The Singapore summit between Donald Trump and Kim Jong Un had drama, imagery, pomp and circumstance, even a Hollywood-style promotional video. There were promises of denuclearization and hopes for a new relationship between the United States and North Korea. What was missing, however, were the specific details and concrete actions necessary to achieve such lofty goals. That work began at a less remarked on, but perhaps more important, meeting in Beijing two days later. Between Mike Pompeo and Xi Jinping.
“This will not be just a photo op,” President Trump said Thursday of his meeting next week with Kim Jong Un. “This will be—at a minimum, we’ll start with, perhaps, a good relationship. And that’s something that’s very important toward the ultimate making of a good deal.” Later that day the president added that he might, if things go well, invite Kim to visit him in the United States, perhaps even at the White House. “He has also discussed [possibly] golfing with Kim,” a “senior Trump administration official” told the Daily Beast.
Maybe you can help me out. I’m puzzling over a line in a New York Times story on The World As It Is, the forthcoming memoir from Barack Obama’s deputy national security adviser Ben Rhodes. The article, by Peter Baker, is about the parts of Rhodes’s book that deal with Donald Trump’s surprise victory over Hillary Clinton.
“In the weeks after Mr. Trump’s election,” Baker reports, “Mr. Obama went through multiple emotional stages,” including flashes of “anger,” “rare self-doubt,” and taking “the long view.” Do not think, however, that during the final weeks of his presidency Barack Obama was withdrawn or more self-obsessed than usual. People needed him. The day after the election, Baker continues, “Mr. Obama focused on cheering up his despondent staff.”
In 1965 Tom Wolfe visited Princeton University for a panel discussion of “the style of the Sixties.” The author of The Kandy-Kolored Tangerine-Flake Streamline Baby, published that year, was scheduled to appear alongside Günter Grass, Allen Ginsberg, and Paul Krassner. Grass spoke first. The German novelist’s remarks, Wolfe wrote later, “were grave and passionate. They were about the responsibility of the artist in a time of struggle and crisis.” And they were crudely dismissed by Krassner. “The next thing I knew,” Wolfe wrote, “the discussion was onto the subject of fascism in America.”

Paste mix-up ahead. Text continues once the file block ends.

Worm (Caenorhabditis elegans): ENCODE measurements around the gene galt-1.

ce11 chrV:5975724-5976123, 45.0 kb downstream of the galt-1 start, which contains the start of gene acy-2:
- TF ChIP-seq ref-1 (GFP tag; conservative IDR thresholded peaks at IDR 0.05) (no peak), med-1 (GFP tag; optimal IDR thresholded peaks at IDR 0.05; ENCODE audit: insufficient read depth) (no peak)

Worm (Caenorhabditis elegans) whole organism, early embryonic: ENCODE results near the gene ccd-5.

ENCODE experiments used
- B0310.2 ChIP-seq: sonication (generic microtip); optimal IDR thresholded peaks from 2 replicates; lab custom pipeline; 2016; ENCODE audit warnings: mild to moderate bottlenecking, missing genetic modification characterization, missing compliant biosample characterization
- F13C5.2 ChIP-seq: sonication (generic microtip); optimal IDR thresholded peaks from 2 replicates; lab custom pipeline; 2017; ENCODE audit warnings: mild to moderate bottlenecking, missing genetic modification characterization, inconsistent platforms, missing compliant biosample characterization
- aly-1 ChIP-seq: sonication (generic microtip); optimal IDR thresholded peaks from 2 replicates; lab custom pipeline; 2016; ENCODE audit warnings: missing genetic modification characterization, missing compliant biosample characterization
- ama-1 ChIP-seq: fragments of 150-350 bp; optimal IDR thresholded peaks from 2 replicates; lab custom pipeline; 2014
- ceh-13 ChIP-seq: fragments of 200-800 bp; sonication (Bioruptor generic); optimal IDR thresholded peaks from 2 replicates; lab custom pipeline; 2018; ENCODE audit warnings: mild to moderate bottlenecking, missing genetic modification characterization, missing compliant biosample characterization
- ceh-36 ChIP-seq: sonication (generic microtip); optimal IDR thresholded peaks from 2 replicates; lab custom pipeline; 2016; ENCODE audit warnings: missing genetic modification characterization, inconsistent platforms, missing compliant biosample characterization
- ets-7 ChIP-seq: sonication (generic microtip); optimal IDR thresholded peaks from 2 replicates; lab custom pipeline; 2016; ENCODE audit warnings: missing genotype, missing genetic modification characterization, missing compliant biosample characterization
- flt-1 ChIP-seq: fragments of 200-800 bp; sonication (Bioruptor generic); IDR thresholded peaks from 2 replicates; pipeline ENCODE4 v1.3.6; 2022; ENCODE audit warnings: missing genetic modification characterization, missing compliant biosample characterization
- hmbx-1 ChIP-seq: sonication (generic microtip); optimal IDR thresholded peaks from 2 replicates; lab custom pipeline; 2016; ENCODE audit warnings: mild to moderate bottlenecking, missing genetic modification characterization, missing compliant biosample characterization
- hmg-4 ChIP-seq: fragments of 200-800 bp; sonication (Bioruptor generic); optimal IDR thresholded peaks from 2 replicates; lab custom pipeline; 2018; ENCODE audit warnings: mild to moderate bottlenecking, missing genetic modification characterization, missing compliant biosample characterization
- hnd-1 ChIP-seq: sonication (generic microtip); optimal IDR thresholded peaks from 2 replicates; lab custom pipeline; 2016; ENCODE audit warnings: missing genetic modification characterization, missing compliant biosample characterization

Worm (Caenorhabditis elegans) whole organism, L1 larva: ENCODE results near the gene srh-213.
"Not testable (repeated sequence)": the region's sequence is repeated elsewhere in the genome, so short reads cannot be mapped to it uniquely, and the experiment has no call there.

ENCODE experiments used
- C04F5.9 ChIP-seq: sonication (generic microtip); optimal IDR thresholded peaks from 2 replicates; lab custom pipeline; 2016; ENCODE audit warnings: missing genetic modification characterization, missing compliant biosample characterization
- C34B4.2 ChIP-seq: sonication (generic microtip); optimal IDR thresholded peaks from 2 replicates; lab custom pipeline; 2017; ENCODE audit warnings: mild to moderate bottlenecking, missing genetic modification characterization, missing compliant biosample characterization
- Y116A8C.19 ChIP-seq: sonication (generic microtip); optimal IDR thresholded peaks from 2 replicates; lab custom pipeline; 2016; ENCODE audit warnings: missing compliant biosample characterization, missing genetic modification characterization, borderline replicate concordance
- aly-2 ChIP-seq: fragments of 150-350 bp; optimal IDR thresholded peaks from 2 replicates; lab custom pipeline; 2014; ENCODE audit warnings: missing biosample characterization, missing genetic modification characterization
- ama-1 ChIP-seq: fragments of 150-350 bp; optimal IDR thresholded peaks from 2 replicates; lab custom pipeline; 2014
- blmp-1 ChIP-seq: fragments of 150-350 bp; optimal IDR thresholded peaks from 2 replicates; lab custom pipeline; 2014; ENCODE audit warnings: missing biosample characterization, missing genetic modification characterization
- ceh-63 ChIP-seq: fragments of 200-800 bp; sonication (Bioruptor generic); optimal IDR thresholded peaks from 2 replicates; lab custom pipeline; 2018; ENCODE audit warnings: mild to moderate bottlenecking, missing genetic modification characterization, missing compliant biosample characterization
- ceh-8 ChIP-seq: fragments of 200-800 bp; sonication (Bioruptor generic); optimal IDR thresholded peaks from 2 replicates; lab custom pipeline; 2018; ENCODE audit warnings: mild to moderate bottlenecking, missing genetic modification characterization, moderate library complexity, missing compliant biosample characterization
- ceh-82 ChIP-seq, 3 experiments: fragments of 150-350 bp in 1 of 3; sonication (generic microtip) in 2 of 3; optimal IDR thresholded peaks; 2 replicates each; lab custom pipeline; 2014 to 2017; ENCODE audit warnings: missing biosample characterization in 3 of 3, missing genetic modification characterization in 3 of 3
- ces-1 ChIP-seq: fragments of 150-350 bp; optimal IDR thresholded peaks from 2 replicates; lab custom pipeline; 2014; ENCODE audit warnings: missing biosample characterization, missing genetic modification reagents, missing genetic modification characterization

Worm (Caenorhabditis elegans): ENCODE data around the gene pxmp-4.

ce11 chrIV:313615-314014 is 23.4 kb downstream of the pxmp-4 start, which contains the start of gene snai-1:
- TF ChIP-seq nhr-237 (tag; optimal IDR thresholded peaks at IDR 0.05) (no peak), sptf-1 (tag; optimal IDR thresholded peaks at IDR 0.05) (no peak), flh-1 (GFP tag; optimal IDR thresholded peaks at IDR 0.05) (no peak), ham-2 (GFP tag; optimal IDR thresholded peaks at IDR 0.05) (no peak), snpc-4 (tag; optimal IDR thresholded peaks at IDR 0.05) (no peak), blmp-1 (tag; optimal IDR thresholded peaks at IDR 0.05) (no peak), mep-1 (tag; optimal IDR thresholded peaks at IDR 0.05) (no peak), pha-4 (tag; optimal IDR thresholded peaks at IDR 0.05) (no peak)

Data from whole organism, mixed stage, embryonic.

On May 15, 1939, philosopher John Dewey issued a statement to the press announcing the formation of the Committee for Cultural Freedom. Attached were the committee’s declaration of principles and the names of 96 signatories. The following day, at a meeting inside Columbia University’s Low Library, the committee adopted its official manifesto. “Never before in modern times,” the document began, “has the integrity of the writer, the artists, the scientist, and the scholar been threatened so seriously.”
I was anxious about Gina Haspel’s confirmation hearing. Here was a woman who has spent her life purposefully in the shadows, brought before a committee whose members bask in the spotlight. Here was a career intelligence officer, a keeper of secrets and agent of dissimulation, whose professional future depends, at least in part, on her ability to speak directly and persuasively in a public forum. And close to the entirety of her life remains classified, making her job all the more difficult.
Ever since April 30, when the New York Times published a list of topics that special counsel Robert Mueller would like to ask President Trump about, cable news and the political press have focused exclusively on the two major legal matters in which the president is entangled.
First, of course, is Mueller’s open-ended probe into Russian interference in the 2016 election. Second is the Southern District of New York’s investigation into Trump attorney Michael Cohen’s business dealings, including with Stephanie Clifford, aka Stormy Daniels.
What on earth are the Democrats doing? President Trump has nominated CIA Director Mike Pompeo, eminently qualified by any reasonable standard, to be America’s seventieth secretary of State. And yet the Senate Democrats, led by Chuck Schumer, have perverted the advice and consent clause of the Constitution into a license to obstruct this solid nominee for one of the most important cabinet offices. The Democratic rationales for opposition are neither consistent nor compelling. But the party is heedlessly and recklessly trying to capsize the nomination anyway, without giving second thought to the potential consequences of its actions. If this doesn’t count as a symptom of Trump derangement syndrome, I don’t know what does.